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Curtiss-Wedge, F.; Jones, Geo. O. (ed.) / History of Dunn County, Wisconsin

Chapter II: early lumbering operations,   pp. 7-19

Page 7

The first lumbering operations in Dunn County or in the Red Cedar Valley of
which it is a part, were in 1822, when Harding Perkins, backed by James H. Lock-
wood and Joseph Rollette, rival fur traders, erected a mill at the confluence of the
Wilson or Meadow Creek and the Red Cedar or Menomonie River, the present
site of the city of Menomonie.
The next was the logging operations of a military expedition from Prairie du
Chien in 1829 under the command of Lieutenant Levin Gale with the purpose of
securing logs and timber for the defense of Fort Crawford at that place.
Shortly after this came the building of a second mill at Menomonie in 1830 and
a mill on the banks of the Gilbert Creek, a short way down the river in 1831, both
by James H. Lockwood, backed by Joseph Rolette.
A third location was selected by Hiram S. Allen on the banks of Irvine Creek, still
further down the river from Gilbert Creek. This mill was evidently built in the
middle 30's, as Allen probably did not come into the valley until 1834, and mills
seem to have been running on Wilson, Gilbert and Irvine Creeks when John H.
Fonda, who had been a member of the military expedition of 1829, started his
second operations here in 1836 or 1837. Allen in addition to building the Irvine
Creek mill bought the Gilbert Creek mill and possibly an interest in the Wilson
Creek mill. Allen originally came to cut logs and get out squared timber to float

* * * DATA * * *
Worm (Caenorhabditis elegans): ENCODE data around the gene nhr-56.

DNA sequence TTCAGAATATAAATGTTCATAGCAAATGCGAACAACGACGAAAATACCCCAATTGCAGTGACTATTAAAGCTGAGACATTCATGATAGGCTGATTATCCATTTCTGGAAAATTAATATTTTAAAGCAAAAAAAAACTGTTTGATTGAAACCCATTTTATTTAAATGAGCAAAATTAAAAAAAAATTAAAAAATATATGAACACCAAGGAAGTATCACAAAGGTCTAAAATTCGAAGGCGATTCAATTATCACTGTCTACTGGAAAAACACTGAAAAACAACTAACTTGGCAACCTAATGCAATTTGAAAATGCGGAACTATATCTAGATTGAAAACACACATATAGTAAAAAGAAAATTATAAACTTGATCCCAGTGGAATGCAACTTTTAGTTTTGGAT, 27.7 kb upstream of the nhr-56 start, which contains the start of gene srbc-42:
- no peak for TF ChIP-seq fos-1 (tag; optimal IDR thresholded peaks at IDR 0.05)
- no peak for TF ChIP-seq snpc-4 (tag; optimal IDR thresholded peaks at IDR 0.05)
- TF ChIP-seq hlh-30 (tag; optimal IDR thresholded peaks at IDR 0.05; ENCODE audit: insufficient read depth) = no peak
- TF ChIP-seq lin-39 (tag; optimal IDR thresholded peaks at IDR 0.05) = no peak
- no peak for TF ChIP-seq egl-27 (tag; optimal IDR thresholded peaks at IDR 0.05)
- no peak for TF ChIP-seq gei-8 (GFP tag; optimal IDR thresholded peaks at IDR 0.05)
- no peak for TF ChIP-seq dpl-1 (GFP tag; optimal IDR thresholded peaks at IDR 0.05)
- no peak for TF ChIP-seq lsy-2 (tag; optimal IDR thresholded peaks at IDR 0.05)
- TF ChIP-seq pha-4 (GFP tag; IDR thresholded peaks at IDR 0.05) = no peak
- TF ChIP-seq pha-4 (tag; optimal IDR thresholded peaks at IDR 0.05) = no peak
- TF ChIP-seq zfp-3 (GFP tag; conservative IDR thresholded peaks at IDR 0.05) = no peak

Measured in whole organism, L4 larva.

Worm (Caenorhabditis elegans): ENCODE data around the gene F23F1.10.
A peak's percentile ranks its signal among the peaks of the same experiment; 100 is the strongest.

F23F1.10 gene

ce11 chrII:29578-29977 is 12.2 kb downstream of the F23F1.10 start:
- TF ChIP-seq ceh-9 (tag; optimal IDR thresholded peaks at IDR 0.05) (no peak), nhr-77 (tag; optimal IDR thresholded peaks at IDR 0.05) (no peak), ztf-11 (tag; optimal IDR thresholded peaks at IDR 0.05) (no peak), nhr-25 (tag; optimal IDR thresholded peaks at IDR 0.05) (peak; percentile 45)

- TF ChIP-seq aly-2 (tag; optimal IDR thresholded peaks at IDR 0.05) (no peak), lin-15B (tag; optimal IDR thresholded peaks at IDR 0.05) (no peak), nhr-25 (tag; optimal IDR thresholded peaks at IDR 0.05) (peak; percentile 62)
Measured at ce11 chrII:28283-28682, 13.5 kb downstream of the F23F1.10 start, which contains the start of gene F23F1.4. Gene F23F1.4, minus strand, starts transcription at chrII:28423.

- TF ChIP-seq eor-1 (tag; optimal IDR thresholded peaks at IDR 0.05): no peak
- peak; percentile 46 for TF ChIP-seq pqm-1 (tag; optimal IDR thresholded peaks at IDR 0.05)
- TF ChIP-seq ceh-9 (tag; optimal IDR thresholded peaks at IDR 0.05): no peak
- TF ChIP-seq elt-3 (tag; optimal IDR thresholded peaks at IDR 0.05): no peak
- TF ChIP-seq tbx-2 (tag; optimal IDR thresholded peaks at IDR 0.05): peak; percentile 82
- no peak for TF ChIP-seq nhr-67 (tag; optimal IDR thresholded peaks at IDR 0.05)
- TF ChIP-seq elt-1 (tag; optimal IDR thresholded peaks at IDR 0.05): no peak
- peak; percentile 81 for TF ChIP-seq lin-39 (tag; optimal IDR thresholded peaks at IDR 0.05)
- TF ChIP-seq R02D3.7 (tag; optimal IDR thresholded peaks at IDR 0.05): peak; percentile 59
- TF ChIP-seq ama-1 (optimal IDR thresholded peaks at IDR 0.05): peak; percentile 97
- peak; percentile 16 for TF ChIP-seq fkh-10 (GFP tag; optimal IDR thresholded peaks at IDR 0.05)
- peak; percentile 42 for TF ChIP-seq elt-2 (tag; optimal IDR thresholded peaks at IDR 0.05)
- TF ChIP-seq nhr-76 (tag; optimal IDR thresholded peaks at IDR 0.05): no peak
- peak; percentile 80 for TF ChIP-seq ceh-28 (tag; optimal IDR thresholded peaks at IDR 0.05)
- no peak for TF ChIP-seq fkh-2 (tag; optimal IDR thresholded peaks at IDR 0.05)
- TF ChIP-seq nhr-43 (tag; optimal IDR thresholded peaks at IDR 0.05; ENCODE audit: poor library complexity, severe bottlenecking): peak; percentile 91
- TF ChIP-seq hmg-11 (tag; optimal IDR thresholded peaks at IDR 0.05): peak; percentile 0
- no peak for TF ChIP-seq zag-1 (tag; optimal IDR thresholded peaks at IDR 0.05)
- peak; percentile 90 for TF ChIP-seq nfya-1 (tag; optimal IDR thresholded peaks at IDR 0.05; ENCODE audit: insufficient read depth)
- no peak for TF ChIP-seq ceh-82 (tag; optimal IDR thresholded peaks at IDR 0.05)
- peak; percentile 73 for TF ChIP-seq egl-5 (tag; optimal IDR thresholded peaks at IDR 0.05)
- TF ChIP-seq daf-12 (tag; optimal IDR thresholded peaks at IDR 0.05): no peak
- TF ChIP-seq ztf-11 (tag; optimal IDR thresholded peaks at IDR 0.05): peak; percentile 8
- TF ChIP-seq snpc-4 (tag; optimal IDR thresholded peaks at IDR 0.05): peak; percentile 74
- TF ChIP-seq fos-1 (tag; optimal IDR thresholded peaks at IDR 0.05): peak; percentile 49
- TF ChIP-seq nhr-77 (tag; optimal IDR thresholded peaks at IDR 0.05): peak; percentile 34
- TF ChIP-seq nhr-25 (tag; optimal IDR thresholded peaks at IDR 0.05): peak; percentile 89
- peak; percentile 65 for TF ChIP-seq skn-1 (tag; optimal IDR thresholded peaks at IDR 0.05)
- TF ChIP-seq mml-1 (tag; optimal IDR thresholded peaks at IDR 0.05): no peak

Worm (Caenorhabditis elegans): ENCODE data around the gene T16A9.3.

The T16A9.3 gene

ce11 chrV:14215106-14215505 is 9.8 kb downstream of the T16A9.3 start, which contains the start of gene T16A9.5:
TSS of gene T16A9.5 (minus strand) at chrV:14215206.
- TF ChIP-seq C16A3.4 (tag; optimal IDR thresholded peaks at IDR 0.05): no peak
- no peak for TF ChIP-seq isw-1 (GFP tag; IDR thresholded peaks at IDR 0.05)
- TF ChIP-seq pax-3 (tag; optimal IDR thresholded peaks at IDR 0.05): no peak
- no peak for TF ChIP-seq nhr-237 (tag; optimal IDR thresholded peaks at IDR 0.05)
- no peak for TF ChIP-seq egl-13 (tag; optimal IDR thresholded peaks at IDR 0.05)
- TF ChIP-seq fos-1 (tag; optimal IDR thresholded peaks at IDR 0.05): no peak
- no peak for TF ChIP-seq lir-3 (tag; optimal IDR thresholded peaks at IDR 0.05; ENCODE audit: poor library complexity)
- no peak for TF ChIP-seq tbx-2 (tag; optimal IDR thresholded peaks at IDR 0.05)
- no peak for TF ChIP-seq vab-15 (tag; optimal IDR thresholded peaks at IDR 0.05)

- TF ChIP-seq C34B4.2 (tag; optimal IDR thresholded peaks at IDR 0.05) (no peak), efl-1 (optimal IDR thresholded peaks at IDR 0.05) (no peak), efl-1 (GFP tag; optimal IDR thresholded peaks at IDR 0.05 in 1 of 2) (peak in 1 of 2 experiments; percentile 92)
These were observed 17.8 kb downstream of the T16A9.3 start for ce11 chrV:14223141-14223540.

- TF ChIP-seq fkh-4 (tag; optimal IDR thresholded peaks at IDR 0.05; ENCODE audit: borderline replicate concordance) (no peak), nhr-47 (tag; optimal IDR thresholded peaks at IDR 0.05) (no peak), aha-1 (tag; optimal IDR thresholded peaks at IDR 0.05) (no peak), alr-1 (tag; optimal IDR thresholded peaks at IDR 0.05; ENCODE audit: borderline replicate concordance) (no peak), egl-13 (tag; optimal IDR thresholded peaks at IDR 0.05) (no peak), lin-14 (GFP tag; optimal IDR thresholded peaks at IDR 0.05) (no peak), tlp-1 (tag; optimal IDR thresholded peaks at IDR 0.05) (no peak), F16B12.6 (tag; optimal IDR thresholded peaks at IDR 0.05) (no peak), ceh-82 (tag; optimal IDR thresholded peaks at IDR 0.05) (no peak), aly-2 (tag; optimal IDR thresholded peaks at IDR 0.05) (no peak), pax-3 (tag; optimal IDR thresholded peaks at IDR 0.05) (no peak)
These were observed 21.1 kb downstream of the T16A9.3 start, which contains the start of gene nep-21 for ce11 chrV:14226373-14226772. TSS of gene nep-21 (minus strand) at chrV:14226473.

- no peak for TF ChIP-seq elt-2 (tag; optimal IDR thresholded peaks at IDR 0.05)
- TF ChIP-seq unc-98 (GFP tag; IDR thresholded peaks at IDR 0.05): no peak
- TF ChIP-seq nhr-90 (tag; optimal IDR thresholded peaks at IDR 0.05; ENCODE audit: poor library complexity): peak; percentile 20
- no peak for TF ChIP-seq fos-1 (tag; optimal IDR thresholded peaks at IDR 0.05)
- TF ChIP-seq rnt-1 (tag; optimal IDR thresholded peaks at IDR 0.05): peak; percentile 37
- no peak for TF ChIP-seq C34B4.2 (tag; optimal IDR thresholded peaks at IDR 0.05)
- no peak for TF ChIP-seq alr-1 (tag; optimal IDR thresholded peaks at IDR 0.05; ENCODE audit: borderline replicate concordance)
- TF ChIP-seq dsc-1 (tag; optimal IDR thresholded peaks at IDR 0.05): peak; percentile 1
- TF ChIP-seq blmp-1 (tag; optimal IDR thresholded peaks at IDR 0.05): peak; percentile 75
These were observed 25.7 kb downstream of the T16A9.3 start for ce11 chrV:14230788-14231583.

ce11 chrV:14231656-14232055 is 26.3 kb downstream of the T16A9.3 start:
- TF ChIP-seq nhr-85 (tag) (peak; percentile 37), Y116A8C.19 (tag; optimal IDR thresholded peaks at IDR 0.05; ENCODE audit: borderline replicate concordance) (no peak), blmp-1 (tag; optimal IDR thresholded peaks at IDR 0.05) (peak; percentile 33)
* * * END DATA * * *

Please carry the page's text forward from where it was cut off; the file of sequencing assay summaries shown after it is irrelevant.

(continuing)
down the river, but found that to make the lumbering business profitable he must
have means of mill sawing. The Wilson Creek mill was called the upper mill,
the Gilbert Creek mill the middle mill, and the Irvine Creek mill the lower mill.
Recorded information regarding these early operations is found in the narrative
of James H. Lockwood published in Vol. II of the Wisconsin Historical Collections;
the narrative of John H. Fonda, published in Vol. V of the Wisconsin Historical
Collections: and the account of Henry R. Schoolcraft of his trip down the Red
Cedar River, on pages 388-389 of his "Personal Memories of a Residence of Thirty
Years With the Indian Tribes, 1812-1842."
Of the operations of Hardin Perkins, Mr. Lockwood says:
"About the year 1822, a man by the name of Hardin Perkins, from Kentucky,
came to Prairie du Chien for the purpose of building a saw-mill in the Indian
country, and obtained permission from Major Taliaferro, then agent for the Sioux
Indians, with the consent of the Indians, to erect a saw-mill on their land on the
Chippewa River and tributaries; but Perkins not having the capital to carry out
his project, nor sufficient influence to obtain the permission of the Indians to erect
this mill, solicited Joseph Rolette and myself to join him, which we did, and con-
tracted with Wabashaw's band of Sioux, who claimed the Chippewa River country,
for the privilege of erecting a mill and cutting timber for it, paying them about
81,000 per year in goods, and furnished Perkins the necessary means for the purpose;
and he was to take charge of and conduct the business. He proceeded to Men-
omonee River, a tributary of the Chippewa, and on a small stream running into
the Menomonee, about twentv miles from its mouth, erected a saw mill and had
it so nearly done that he expected to commence sawing in a very few days, when one
of those sudden freshets to which hilly countries are subject, came upon him and
swept away the dam, mill and appendages, and Perkins returned to Prairie du Chien
with his family and hands, having suffered during his residence there considerably
from fear of the Chippewa Indians who resided near, and sometimes visited the
mill builders.
"Col. Snelling, who commanded at Fort Snelling, had frequently since Perkins
and his men commenced operations, threatened to send a force and destroy the
mill, saying the Indian agent had no authority to give permission to build mills in

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